Workshops owners: Our staff have families too

Jason · Jul 21, 2021 09:00 AM

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Automotive micro-SME car workshops heaved a collective sigh of relief with news that EMCO has been lifted in most of the Klang Valley. Many are now allowed to resume operations starting 19-July. 

The earlier decision to not allow car workshops to open was baffling to start with. The simple truth is, even frontline healthcare workers need to get to work using their cars. What happens if they suffer a breakdown, with all the closures of said workshops?

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Furthermore, automotive micro-SME owners faced having to let go their staff, or enforcing a paycut - a heart-wrenching decision to say the least - just to survive.  

Also read: SAs need food banks, many car dealerships to close down after August

Micro-SMEs are unnoticed and unheard

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According to a report by Free Malaysia Today (FMT), there is no association to represent automotive micro-SMEs, unlike major car companies and component makers that have a significant voice through associations like Malaysian Automotive Association (MAA) or Malaysian-German Chamber of Commerce and Industry (MGCC). 

This is largely due to the fact that most entrepreneurs in the micro-SME field grew their businesses organically using loans from friends and family.

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By definition, a micro-SME is an entreprise that has less than five employees or makes less than RM 300,000 a year (according to SME Corporation of Malaysia).

In the eyes of the Malaysia Automotive, Robotics and IoT Institute (MARii), an automotive micro-SME is company employing less than 20 people. According to MARii, there are about 45,000 micro-SMEs in the automotive sector.

According to FMT's report, this lack of representation has had an adverse effect on not just the income, but the welfare of personnel in automotive micro-SMEs.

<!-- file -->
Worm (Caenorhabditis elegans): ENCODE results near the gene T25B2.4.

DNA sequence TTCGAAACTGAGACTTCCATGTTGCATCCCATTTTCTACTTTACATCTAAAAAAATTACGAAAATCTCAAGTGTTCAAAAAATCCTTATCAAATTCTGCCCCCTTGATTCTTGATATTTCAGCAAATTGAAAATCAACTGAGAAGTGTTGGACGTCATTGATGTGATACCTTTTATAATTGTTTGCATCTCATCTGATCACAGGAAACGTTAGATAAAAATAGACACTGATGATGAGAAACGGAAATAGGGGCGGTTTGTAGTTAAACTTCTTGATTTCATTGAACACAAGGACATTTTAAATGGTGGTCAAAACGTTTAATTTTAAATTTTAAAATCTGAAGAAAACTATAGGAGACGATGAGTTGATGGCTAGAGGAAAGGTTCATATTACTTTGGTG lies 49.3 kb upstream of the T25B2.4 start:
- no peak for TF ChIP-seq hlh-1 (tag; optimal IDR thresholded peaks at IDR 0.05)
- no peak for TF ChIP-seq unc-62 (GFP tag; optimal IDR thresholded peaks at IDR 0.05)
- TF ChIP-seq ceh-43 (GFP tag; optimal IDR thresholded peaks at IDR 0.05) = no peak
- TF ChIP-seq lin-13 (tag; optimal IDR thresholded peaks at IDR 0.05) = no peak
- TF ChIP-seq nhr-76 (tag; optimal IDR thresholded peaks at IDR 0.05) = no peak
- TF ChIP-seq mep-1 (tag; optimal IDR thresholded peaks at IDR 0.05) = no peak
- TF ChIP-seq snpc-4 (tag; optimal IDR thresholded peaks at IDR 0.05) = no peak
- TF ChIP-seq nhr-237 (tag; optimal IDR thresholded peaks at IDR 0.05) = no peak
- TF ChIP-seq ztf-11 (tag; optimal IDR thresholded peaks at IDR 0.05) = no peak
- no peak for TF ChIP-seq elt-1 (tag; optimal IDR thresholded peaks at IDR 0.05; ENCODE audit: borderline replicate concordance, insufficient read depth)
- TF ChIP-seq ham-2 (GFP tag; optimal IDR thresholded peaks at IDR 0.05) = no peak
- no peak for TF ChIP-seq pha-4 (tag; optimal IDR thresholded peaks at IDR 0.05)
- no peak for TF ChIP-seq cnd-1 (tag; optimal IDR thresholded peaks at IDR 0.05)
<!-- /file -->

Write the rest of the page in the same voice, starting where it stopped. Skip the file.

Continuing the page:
If we go under, our staff lose their rice bowl, say micro-SMEs

Suffice to say, had this EMCO prolonged any further, many of these micro-SMEs would've closed their doors for good, altogether resulting in more families having to raise 'white flags'.

Kevin Chua, an air-conditioning specialist for more than 33 years, lamented that his cash flow has dried up due to a lack of customers, when interviewed by FMT.

"There is a lot of confusion in everything. How are we going to plan for business and all these type of things? Naturally, our business now is almost zero," said Kevin about the enforced workshop closures during EMCO.

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Kevin's biggest concern is his three workers, despite the drain on his lifetime savings. He is reluctant to let them go as he considers them family.

His workers have been taking 1-week leaves on rotation to help Kevin ease his cashflow, but Kevin himself is unsure how long he can last. At least now, with the lifting of EMCO, they have a fighting chance. 

Another micro-SME owner interviewed by FMT, Suresh Anthoney of Espada Motors said, “We want to work and our workers ask when they can come back to work. They’ll be very happy to come back to work, I guarantee,” he said.

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Separately, WapCar.my spoke to Ray Wong, owner of Ray Car Care. So far, all that he received was three months of salary subsidies worth RM1,200 per employee per month for his two workers last year.

"My monthly operating costs are around RM 15,000, the EMCO made things worse as we cannot open," he said.

"Even with the subsidy, I have had to dip into my cash reserves because business has been bad. How am I supposed to cut my workers' salaries? They have mouths to feed too."

Instead of slashing their salaries, I have taken it upon myself to slash mine first. The silver lining is that, at least now we are allowed to operate again." Ray continued. 

Also readJapan trade groups: Up to RM 10 bil lost in June 2021 for Malaysia’s auto industry

Conclusion

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Already, we are witnessing the continued travails of Malaysia's automotive sector. It goes without saying that something needs to be done to stem the bleeding. People are losing their livelihoods, be it employers or employees. 

A clear strategy and policy governing the automotive industry is a good place to start. The government would also do well to ensure that micro-SMEs are part of the decision-making thought process. 

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